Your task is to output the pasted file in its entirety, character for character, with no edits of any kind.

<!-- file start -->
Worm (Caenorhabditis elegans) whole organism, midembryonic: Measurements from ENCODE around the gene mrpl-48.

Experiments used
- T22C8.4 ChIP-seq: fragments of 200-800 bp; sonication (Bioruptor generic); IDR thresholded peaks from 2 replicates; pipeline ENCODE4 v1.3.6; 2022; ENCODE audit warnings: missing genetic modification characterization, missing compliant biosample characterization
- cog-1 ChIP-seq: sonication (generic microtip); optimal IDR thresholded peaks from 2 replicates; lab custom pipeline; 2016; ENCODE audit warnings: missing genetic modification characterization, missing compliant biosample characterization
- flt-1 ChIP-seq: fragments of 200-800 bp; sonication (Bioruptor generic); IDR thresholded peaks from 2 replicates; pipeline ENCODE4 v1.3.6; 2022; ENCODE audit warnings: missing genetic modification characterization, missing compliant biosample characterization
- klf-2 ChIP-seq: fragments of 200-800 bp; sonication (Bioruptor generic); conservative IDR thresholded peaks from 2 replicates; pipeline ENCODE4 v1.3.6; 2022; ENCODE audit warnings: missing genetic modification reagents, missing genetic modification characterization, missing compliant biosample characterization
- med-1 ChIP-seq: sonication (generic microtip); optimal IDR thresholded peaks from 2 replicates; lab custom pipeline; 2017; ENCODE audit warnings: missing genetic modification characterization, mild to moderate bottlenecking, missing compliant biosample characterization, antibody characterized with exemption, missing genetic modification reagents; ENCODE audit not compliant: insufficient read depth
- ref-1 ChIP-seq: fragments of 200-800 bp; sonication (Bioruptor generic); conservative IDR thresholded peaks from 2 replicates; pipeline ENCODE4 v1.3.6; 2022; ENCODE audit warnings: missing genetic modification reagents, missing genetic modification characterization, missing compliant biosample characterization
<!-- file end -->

Worm (Caenorhabditis elegans) whole organism, midembryonic: Measurements from ENCODE around the gene mrpl-48.

Experiments used
- T22C8.4 ChIP-seq: fragments of 200-800 bp; sonication (Bioruptor generic); IDR thresholded peaks from 2 replicates; pipeline ENCODE4 v1.3.6; 2022; ENCODE audit warnings: missing genetic modification characterization, missing compliant biosample characterization
- cog-1 ChIP-seq: sonication (generic microtip); optimal IDR thresholded peaks from 2 replicates; lab custom pipeline; 2016; ENCODE audit warnings: missing genetic modification characterization, missing compliant biosample characterization
- flt-1 ChIP-seq: fragments of 200-800 bp; sonication (Bioruptor generic); IDR thresholded peaks from 2 replicates; pipeline ENCODE4 v1.3.6; 2022; ENCODE audit warnings: missing genetic modification characterization, missing compliant biosample characterization
- klf-2 ChIP-seq: fragments of 200-800 bp; sonication (Bioruptor generic); conservative IDR thresholded peaks from 2 replicates; pipeline ENCODE4 v1.3.6; 2022; ENCODE audit warnings: missing genetic modification reagents, missing genetic modification characterization, missing compliant biosample characterization
- med-1 ChIP-seq: sonication (generic microtip); optimal IDR thresholded peaks from 2 replicates; lab custom pipeline; 2017; ENCODE audit warnings: missing genetic modification characterization, mild to moderate bottlenecking, missing compliant biosample characterization, antibody characterized with exemption, missing genetic modification reagents; ENCODE audit not compliant: insufficient read depth
- ref-1 ChIP-seq: fragments of 200-800 bp; sonication (Bioruptor generic); conservative IDR thresholded peaks from 2 replicates; pipeline ENCODE4 v1.3.6; 2022; ENCODE audit warnings: missing genetic modification reagents, missing genetic modification characterization, missing compliant biosample characterization